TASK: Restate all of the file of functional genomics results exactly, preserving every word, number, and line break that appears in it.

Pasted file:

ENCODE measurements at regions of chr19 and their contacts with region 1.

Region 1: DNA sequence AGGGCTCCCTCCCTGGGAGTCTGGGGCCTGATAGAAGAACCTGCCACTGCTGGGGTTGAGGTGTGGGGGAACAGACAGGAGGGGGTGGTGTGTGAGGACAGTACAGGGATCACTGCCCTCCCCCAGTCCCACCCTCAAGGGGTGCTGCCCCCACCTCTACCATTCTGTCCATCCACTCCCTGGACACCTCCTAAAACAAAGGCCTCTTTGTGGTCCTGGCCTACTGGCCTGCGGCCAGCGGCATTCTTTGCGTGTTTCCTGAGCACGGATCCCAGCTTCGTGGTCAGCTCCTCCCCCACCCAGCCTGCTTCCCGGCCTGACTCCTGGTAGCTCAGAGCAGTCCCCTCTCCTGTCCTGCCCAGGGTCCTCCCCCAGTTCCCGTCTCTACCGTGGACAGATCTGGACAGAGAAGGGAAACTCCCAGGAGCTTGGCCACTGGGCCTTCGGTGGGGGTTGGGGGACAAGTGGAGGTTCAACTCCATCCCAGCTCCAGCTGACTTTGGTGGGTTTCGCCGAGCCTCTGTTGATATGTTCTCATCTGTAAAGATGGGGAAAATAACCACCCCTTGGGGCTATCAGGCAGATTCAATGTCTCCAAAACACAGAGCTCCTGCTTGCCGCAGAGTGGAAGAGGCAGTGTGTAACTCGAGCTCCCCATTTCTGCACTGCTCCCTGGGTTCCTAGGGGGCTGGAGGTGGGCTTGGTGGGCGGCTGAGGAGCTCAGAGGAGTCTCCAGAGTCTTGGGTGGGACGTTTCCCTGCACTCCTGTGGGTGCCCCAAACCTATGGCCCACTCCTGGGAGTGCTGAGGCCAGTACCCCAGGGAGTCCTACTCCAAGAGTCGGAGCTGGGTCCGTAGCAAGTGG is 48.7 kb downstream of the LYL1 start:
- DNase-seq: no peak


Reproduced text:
ENCODE measurements at regions of chr19 and their contacts with region 1.

Region 1: DNA sequence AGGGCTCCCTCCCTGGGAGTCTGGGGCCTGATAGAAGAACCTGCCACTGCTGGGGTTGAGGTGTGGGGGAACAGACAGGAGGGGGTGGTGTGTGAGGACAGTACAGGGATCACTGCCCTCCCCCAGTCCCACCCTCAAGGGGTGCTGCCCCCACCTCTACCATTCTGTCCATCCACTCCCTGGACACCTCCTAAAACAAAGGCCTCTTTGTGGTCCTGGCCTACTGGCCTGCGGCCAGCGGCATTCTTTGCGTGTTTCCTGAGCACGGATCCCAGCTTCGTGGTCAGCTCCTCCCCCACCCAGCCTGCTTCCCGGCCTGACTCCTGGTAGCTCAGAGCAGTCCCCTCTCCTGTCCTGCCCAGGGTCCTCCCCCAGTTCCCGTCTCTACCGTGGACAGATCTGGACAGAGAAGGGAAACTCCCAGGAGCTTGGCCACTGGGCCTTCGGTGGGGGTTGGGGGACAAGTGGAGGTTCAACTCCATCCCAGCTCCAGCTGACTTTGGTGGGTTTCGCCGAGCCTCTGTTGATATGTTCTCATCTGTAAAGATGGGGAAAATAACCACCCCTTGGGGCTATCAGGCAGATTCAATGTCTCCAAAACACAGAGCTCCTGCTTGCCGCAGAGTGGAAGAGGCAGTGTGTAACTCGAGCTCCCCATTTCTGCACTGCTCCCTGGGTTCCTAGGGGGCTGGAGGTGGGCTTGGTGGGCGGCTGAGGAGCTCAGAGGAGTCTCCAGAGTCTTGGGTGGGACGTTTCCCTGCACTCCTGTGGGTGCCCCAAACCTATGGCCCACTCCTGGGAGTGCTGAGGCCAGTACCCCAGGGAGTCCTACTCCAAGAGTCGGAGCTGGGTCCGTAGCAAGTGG is 48.7 kb downstream of the LYL1 start:
- DNase-seq: no peak